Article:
MONDAY JUNE 26, 2017
 
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SHADES OF JAMES BOND
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Over the course of 50 years, 24 films, countless exotic locations, dozens of women, scores of super-villains, and God only knows how many vodka martinis, James Bond has not only survived, but has become the definitive gentlemen’s style icon. Be it the cars, the gadgets or the suits, Bond shoots to kill – and never misses.

James_Bond_-_Dr._No.jpgWith 007 back on the silver screen in Spectre and speculation that this might be Daniel Craig’s last film in the epic franchise, we look back through the decades at his style legacy, from the classic Connery years to the present day.

In the very first James Bond film, Dr. No (1962), Sean Connery’s 007 doesn’t wear sunglasses – in fact, the only pair to appear in the film are worn by his American counterpart, Felix Leiter. The exact model is not known, but they’re certainly a cat-eye shape, which would be rather unusual to see on a man today.

James_Bond_-_From_Russia_With_Love.jpgIn the following film, From Russia With Love (1963), the super-spy himself sports a pair of shades, though bizarrely, the first place we ever see him wear them is inside Istanbul’s famous Hagia Sophia. To the best of our knowledge, this pair are Oliver Goldsmith “Consul”, which are still manufactured today!

James_Bond_-_Thunderball.jpgIn Thunderball (1965), James Bond is seen wearing one of the very earliest examples of polarized lenses: the Polaroid Cool Ray N135. As with much of the gadgetry used (and abused) by 007 over the years, he always remains several steps ahead of the curve.

Somewhat inexplicably, sunglasses disappear almost entirely from the James Bond universe for the next 20 years, though came back with a starring role in 1985’s A View to Kill. The ultra-rare Willy Bogner 7003 Eschenbach shades make an appearance at the beginning of the film, when 007 is in Siberia, and later, disguised as “James St. John Smythe” on his enemy’s estate in northern France, he dons a pair of customized, Persol look-a-like shades that allow him to see through a tinted window.

James_Bond_-_A_View_To_Kill.jpgJames_Bond_-_A_View_To_Kill_2.jpg

Fast forward to the Pierce Brosnan era, and Golden Eye (1995). Here 007 wears a real pair of Persol sunglasses, albeit a model long since discontinued, the 2611-S, during his trip to Cuba.

In the next Pierce Brosnan film, The World is Not Enough (1999), sunglasses would again play an active role in the plot of the film. This time, it was a pair of off-the-shelf specs customized with blue lenses (the ANT BLUE 50X19, in case you’re wondering). In a casino scene, Bond uses them to see in “X-ray” vision, revealing the various guns and knives of his enemies around the room. Elsewhere in the same film, 007 rocks a pair of super-sleek Calvin Klein 2007 sunglasses during a ski chase.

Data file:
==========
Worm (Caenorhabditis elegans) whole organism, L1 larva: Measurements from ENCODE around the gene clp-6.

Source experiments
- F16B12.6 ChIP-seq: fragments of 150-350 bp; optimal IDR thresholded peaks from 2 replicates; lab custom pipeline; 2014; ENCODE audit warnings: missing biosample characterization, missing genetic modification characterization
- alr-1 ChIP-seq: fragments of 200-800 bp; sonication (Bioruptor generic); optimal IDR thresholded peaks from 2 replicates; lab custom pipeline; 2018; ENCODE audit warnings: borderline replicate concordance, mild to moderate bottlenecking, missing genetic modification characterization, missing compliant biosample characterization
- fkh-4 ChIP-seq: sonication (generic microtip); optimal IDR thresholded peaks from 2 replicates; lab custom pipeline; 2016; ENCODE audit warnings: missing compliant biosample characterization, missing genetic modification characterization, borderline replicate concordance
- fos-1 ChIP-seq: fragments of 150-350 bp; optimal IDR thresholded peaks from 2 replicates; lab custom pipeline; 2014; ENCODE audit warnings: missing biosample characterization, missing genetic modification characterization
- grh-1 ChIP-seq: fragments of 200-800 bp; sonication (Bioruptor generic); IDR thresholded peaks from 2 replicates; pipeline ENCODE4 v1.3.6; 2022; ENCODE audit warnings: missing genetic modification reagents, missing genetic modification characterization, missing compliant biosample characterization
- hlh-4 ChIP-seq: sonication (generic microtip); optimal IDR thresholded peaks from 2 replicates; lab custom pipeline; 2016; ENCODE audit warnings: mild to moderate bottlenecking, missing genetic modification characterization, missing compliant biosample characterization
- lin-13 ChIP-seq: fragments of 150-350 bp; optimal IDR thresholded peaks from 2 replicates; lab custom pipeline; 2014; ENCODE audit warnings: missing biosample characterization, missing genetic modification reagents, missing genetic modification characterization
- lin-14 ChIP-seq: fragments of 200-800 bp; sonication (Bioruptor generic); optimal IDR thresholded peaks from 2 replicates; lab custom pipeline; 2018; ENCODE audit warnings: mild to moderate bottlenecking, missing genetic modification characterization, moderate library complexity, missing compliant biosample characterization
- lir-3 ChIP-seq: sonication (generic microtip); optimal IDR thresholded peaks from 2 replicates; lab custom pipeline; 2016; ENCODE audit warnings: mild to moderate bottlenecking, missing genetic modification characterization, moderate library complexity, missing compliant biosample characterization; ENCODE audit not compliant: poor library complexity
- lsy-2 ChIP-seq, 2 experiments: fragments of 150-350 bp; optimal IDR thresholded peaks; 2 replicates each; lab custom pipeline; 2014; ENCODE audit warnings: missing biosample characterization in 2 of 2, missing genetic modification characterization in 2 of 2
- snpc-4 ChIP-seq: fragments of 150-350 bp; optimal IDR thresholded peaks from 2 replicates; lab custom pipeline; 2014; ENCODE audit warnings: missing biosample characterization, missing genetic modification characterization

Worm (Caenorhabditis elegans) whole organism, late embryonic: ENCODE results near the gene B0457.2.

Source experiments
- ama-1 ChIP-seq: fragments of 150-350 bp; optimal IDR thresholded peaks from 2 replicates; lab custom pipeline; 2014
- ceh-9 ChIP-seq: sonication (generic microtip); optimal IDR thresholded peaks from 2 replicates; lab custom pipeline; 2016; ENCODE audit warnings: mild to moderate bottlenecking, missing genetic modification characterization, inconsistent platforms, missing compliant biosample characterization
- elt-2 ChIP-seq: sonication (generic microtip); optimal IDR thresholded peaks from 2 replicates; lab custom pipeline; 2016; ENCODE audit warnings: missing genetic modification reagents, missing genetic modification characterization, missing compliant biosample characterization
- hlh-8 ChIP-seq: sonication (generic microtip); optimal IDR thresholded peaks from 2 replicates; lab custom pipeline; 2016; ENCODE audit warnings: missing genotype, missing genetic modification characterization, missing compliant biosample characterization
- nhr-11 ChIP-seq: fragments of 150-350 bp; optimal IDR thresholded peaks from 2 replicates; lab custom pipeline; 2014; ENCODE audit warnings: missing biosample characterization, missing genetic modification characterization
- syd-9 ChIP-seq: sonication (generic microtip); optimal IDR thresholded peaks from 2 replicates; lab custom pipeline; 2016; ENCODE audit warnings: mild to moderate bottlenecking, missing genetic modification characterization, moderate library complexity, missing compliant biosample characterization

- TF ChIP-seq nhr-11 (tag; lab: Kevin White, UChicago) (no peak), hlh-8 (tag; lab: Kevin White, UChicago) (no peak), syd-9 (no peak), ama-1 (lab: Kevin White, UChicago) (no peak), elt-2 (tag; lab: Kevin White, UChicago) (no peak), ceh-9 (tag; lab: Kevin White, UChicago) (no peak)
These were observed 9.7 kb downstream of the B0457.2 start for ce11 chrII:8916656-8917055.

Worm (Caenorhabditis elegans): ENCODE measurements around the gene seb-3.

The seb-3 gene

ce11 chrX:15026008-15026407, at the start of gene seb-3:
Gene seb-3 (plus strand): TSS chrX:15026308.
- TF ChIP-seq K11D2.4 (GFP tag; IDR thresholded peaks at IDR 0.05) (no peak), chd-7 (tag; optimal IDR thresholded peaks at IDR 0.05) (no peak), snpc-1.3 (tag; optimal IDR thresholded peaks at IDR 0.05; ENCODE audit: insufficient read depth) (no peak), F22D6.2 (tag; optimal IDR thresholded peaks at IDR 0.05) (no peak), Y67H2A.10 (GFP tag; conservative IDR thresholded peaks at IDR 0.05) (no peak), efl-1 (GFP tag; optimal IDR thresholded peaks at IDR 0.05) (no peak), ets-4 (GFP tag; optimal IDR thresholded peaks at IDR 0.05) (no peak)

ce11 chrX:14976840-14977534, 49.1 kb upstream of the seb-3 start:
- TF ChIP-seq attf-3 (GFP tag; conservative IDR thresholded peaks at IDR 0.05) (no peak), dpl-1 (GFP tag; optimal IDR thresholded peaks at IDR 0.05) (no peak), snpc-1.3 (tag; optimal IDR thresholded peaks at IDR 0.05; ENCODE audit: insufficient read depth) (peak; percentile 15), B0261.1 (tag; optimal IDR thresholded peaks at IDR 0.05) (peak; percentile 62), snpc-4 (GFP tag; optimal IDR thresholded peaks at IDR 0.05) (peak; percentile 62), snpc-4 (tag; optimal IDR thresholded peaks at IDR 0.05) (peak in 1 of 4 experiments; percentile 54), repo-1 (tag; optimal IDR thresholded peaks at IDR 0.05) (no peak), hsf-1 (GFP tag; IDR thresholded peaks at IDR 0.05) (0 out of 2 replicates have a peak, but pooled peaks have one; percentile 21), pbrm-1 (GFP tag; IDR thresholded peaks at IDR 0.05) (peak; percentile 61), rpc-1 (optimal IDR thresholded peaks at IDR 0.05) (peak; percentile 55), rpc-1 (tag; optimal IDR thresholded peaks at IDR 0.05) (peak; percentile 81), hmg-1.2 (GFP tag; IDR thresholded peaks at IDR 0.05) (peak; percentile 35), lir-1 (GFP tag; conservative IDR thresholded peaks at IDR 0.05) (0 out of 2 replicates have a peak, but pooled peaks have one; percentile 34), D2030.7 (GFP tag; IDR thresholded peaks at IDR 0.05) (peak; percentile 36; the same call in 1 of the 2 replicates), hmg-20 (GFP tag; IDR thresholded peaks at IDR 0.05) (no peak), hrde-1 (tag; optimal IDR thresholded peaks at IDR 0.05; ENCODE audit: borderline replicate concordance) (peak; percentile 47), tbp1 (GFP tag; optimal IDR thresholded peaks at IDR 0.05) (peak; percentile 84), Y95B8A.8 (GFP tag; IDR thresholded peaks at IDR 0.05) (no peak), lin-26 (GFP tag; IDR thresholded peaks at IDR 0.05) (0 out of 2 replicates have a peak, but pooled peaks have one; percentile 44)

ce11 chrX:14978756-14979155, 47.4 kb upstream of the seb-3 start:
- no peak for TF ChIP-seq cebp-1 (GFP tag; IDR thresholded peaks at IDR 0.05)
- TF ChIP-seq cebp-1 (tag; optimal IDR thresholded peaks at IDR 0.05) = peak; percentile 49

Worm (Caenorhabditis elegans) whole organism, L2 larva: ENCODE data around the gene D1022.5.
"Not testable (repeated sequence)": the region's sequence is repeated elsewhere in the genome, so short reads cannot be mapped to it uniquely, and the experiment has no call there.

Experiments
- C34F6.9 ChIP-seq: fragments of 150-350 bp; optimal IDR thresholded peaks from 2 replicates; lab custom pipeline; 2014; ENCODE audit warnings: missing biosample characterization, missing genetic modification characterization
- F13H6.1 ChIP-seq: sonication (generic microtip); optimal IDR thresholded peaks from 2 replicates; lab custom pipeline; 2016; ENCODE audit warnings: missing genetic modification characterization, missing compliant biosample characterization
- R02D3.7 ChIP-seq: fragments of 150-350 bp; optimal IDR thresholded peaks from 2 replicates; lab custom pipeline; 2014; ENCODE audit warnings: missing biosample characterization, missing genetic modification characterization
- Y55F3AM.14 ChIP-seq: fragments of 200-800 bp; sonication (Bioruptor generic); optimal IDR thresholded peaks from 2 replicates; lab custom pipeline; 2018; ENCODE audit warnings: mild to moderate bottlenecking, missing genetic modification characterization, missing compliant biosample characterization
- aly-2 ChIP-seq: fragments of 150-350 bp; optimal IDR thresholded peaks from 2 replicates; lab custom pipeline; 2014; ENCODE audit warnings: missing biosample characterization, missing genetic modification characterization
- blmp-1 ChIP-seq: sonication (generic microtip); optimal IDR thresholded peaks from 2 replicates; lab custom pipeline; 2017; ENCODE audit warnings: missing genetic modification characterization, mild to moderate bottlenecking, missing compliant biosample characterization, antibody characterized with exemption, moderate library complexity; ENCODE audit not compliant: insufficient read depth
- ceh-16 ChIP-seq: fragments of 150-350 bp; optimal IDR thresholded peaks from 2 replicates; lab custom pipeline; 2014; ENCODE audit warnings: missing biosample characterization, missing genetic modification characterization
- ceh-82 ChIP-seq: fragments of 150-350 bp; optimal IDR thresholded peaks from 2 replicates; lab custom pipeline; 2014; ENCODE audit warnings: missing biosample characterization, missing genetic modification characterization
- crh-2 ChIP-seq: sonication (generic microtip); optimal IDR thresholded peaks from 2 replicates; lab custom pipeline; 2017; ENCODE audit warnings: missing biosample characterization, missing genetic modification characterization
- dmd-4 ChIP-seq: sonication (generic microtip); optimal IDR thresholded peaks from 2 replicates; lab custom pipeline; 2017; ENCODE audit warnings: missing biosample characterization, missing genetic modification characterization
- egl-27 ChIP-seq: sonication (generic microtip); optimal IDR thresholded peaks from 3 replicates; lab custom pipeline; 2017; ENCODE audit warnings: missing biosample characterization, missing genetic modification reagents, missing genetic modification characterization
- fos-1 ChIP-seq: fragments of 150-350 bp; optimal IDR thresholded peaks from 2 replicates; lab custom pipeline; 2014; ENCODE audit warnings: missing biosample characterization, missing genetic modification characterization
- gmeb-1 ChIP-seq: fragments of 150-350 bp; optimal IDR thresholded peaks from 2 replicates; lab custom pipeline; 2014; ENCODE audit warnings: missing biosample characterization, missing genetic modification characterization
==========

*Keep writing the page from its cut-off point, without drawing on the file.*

brosnan_bond.jpg The final Pierce Brosnan film, Die Another Day (2002), saw Bond back in Cuba, and also back in Persol – (a coincidence perhaps, that Persol’s most famous colour scheme is Havana?) This model, the Persol 2672, was designed specifically for the movie, with the brand stating they were “specially crafted to tie in the brand characteristics of the eyewear with those of the Bond character – understated elegance and sophistication.”

James_Bond_-_Casino_Royale.jpgThough the next film featured a new Bond, Daniel Craig, 007’s choice of eyewear remained resolutely Persol for the next film, Casino Royale (2006). There are two pairs of Persol shades: in the first half of the film, Bond wears the 2244 model, which has a metal, rectangular frame, and in the second half, the 2720, a more classic tortoiseshell frame, which was released to the public as a special edition tie-in for the film.

James_Bond_-_Quantum_of_Solace.jpgIn Quantum of Solace (2008), the exact model of sunglasses worn by Bond was the subject of some controversy among 007 fans, as the Tom Ford 108 worn by Bond in the film seemed to be an exact copy of an older, discontinued model by Oliver Peoples, the Airman. Legend has it that the film’s production team had originally chosen the Airman model, but Tom Ford, who already had a licensing deal to make Bond’s suits in the film, produced a replica model (the Tom Ford 108), which is what Daniel Craig ended up wearing.

James_Bond_-_Skyfall.jpgThe Tom Ford connection continued in Skyfall (2012). This time however, it was not a special edition produced for the film, but one of the standard models in the Tom Ford range, the MARKO (FT0144) sunglasses, which are still available now.

In Spectre (2015), Daniel Craig once again sports Tom Ford sunglasses, and from the information we have so far, it could be as many as three different frames. From their appearance in the trailer, we can be fairly that certain that the SNOWDON (FT0237) will feature, though there are other production stills floating around in which 007 wears the HENRY (FT0248).

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Finally, aside from the Tom Ford frames, it seems as though Bond will wear a pair of Vuarnet Glacier sunglasses up in the mountains, with their trademark perforated leather side shields.

All the sunglasses from the latest film are available now, at SmartBuyGlasses. Check them out now, before your next episode of international espionage!



 

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